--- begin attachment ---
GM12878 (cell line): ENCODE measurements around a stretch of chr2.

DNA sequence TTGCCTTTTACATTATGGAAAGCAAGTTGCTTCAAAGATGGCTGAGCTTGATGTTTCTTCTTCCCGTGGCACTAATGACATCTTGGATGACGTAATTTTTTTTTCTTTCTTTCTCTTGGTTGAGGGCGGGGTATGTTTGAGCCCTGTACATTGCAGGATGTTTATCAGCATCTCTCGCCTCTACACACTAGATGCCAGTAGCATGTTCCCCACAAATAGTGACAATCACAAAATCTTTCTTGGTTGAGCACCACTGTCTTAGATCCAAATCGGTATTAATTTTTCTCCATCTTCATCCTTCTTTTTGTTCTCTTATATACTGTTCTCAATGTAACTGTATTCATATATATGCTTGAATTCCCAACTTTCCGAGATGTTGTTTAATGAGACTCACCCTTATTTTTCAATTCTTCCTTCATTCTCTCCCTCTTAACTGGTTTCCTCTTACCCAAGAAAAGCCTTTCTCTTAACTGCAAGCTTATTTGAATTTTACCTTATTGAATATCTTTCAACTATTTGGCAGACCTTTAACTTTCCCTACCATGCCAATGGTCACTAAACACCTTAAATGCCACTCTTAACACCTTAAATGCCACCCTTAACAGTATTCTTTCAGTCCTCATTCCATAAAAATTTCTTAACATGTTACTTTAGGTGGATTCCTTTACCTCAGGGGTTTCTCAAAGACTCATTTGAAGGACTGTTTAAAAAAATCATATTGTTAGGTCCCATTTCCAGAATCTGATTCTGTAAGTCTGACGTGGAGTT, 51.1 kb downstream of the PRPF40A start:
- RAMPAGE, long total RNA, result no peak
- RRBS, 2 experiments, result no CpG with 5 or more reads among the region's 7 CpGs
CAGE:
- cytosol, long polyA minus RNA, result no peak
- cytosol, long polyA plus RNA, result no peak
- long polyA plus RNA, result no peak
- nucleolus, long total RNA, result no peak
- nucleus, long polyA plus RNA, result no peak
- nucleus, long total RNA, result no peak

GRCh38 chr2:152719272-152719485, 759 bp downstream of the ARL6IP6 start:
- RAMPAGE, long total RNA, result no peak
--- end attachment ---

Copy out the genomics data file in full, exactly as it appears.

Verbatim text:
GM12878 (cell line): ENCODE measurements around a stretch of chr2.

DNA sequence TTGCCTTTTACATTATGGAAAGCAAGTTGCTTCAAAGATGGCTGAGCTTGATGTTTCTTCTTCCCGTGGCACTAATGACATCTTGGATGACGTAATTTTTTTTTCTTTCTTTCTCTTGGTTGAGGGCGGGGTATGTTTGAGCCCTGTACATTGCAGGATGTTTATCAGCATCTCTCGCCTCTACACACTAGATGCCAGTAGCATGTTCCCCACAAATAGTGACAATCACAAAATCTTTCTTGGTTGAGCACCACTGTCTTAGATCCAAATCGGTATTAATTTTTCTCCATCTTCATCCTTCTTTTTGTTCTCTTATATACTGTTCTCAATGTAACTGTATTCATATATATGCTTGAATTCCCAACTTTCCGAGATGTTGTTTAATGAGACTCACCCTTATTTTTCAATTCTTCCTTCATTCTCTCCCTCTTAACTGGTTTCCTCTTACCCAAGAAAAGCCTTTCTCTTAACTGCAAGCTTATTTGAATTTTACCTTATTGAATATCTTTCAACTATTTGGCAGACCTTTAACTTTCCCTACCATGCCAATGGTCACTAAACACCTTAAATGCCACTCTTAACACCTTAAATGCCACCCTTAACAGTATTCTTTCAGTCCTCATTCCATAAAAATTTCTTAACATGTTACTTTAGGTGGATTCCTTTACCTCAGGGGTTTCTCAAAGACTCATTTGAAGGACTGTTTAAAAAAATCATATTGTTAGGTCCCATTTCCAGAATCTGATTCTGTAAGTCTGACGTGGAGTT, 51.1 kb downstream of the PRPF40A start:
- RAMPAGE, long total RNA, result no peak
- RRBS, 2 experiments, result no CpG with 5 or more reads among the region's 7 CpGs
CAGE:
- cytosol, long polyA minus RNA, result no peak
- cytosol, long polyA plus RNA, result no peak
- long polyA plus RNA, result no peak
- nucleolus, long total RNA, result no peak
- nucleus, long polyA plus RNA, result no peak
- nucleus, long total RNA, result no peak

GRCh38 chr2:152719272-152719485, 759 bp downstream of the ARL6IP6 start:
- RAMPAGE, long total RNA, result no peak